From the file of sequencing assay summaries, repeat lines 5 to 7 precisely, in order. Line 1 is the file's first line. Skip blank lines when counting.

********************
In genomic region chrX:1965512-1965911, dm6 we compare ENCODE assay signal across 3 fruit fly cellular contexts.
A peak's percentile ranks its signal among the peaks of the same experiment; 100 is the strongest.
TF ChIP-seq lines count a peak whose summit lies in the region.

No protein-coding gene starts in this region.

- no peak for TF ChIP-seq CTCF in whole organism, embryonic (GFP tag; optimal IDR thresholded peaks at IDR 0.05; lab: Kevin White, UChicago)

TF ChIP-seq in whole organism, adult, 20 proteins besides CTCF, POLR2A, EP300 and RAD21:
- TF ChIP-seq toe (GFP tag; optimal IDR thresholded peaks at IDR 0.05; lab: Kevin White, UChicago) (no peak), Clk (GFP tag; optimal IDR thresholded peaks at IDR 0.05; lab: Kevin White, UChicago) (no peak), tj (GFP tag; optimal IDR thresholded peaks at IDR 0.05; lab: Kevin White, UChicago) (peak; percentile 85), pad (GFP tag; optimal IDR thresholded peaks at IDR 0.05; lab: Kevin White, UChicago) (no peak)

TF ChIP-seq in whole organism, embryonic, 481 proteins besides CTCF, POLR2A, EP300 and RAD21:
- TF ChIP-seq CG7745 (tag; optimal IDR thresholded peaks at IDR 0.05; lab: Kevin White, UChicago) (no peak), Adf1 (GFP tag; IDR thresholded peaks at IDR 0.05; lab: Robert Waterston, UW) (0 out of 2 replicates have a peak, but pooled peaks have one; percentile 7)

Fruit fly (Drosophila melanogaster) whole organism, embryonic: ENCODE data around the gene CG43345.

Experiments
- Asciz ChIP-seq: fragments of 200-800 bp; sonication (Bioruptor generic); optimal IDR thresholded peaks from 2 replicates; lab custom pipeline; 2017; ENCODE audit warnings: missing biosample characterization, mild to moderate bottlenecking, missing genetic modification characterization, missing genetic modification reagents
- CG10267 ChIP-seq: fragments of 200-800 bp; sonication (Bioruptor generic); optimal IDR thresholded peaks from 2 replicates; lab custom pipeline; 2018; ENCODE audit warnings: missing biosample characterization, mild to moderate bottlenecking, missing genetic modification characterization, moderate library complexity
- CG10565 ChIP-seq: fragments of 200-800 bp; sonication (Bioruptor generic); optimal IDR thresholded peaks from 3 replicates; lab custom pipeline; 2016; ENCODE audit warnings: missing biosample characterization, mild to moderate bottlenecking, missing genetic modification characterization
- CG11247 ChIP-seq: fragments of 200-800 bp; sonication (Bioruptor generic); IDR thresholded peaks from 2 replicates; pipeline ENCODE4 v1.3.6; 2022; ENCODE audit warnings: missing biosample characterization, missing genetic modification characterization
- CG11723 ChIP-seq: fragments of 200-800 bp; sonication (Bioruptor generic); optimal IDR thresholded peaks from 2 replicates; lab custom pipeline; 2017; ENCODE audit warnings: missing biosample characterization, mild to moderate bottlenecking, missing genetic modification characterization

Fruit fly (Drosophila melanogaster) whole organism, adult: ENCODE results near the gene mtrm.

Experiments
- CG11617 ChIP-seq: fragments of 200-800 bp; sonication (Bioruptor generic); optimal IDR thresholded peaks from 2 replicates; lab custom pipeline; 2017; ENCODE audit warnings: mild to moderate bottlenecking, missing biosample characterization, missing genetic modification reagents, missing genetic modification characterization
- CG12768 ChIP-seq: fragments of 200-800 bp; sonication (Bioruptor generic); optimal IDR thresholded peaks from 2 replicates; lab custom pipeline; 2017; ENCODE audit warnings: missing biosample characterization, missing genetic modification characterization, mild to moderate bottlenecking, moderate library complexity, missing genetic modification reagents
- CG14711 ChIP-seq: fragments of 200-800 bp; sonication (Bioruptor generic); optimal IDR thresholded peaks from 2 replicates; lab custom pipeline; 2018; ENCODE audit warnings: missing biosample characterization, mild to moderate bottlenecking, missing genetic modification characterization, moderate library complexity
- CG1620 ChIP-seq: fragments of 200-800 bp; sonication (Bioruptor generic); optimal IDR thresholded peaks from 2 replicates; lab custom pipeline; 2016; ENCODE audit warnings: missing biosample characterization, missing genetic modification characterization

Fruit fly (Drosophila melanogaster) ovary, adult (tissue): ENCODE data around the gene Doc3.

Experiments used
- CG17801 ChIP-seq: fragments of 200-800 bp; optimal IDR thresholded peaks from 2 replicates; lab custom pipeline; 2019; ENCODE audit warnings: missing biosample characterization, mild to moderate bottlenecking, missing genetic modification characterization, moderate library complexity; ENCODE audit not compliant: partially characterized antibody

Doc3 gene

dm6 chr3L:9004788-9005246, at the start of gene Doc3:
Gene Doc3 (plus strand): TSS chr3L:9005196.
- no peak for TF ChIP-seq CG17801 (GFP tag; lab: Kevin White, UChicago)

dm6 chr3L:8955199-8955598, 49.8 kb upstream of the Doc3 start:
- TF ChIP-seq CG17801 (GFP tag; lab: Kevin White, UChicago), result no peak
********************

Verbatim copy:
- no peak for TF ChIP-seq CTCF in whole organism, embryonic (GFP tag; optimal IDR thresholded peaks at IDR 0.05; lab: Kevin White, UChicago)

TF ChIP-seq in whole organism, adult, 20 proteins besides CTCF, POLR2A, EP300 and RAD21:
- TF ChIP-seq toe (GFP tag; optimal IDR thresholded peaks at IDR 0.05; lab: Kevin White, UChicago) (no peak), Clk (GFP tag; optimal IDR thresholded peaks at IDR 0.05; lab: Kevin White, UChicago) (no peak), tj (GFP tag; optimal IDR thresholded peaks at IDR 0.05; lab: Kevin White, UChicago) (peak; percentile 85), pad (GFP tag; optimal IDR thresholded peaks at IDR 0.05; lab: Kevin White, UChicago) (no peak)